Conservators have come up with various lists of 9 or 10 “Agents of Deterioration.” In our C2C collections care and disaster preparedness workshops, we separate these agents out in different ways. Fire and water are 2 of these designated “agents of deterioration” that result from disasters and are the focus of disaster preparedness workshops. In contrast, our collections care workshops highlight pervasive dangers of which the general public, and even museum staff members, may not be aware. In some cases there are fairly simple steps and/ or products to help protect collections from these dangers. Our job is to help you learn about what you can do to improve preservation conditions.
Relative Humidity Pollutants
Earlier posts have discussed several of these factors, especially light, RH, and pests but we need to say more about the most destructive and pervasive threat to our collections—people. We ourselves, our staff, and our visitors—well intentioned and well behaved as most are—present a persistent danger to our collections. This people category includes handling errors such as dropping, scraping, and touching materials like metals (especially vulnerable to hand-oil damage) without gloves. Sometimes without proper knowledge, vigilance, and caution, even good housekeeping practices like vacuuming can lead to damage. Many pieces of furniture in historic houses, for instance, have been marred by cleaners and cleaning equipment.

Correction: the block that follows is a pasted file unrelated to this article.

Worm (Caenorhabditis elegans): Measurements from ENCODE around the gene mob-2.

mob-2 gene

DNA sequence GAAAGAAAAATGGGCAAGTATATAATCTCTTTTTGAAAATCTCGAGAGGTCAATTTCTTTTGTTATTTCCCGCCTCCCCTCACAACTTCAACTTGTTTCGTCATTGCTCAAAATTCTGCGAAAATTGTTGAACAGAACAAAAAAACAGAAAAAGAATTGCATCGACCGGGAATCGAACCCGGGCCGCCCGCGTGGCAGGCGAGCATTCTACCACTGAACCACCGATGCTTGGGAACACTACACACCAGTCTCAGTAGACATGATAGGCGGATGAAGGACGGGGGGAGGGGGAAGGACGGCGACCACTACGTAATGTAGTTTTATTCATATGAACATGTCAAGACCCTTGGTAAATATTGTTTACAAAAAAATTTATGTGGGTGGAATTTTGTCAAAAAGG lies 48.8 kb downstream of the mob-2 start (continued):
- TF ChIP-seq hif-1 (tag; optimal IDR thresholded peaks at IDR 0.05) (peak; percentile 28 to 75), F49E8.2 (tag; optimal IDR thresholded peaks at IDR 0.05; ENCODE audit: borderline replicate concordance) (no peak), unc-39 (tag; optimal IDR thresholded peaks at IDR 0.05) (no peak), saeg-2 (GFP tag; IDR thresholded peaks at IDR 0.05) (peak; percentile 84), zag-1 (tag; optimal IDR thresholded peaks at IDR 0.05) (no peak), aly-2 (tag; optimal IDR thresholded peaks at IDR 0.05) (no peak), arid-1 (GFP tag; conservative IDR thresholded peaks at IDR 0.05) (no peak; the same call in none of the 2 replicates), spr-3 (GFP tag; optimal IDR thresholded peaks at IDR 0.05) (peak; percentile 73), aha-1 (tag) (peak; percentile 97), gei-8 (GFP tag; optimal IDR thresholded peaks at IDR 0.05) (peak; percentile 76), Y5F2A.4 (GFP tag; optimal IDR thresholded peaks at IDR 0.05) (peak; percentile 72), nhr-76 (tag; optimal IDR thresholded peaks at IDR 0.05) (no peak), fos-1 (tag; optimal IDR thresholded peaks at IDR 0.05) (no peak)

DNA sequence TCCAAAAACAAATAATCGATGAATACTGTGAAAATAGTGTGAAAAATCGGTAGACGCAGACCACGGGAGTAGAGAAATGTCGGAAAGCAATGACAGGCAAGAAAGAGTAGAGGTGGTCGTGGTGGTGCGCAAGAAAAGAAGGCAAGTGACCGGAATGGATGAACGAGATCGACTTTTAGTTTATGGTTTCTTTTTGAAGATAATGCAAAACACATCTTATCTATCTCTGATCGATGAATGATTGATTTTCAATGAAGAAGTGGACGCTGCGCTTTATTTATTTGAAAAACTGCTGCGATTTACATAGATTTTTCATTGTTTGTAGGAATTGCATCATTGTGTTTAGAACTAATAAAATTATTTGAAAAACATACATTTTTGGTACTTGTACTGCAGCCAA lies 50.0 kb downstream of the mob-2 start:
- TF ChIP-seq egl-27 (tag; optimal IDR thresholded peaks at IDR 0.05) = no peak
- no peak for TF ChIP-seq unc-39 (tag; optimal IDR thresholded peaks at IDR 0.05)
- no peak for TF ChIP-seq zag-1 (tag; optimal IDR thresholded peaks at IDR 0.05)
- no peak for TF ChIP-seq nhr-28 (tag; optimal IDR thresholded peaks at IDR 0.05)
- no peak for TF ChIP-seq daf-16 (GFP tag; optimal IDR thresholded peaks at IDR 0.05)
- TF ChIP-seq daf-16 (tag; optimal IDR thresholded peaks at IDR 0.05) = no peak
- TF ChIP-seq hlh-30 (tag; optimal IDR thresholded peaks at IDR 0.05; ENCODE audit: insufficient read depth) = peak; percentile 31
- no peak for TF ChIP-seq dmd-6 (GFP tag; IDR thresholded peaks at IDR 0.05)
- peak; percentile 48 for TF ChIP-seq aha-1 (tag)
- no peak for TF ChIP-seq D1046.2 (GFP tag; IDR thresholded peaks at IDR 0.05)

Unfortunately, the “People” category also includes deliberate human damage such as vandalism and theft. Remember, those most likely to steal from the collection are the researchers, staff, and volunteers who often feel deep connections to the pieces and have ready access. In his book, Priceless, Founder of the FBI Art Crime Team, Robert Wittman asserts that 90% of museum thefts are inside jobs.
Another human danger to preservation is what the Canadian Conservation Institute terms “dissociation.” A lack of thoroughness in tracking artifacts leads to this problem. A piece of an artifact can be stored separately without a record of its connection to the whole. At other times the artifact cannot be found or its accession number is no longer legible. If it cannot be matched with its provenance, much of its value to the museum disappears.
Access is always important for collections held in the public trust. Collections managers, however, must work to protect artifacts from the dangers that people pose.
Posted on April 24, 2012, in collections care, collections management, Connecting to Collections, disaster preparedness, storage, workshops and tagged 10 Agents of Deterioration, Canadian Conservation Institute, Priceless, Robert Wittman. Bookmark the permalink. 1 Comment.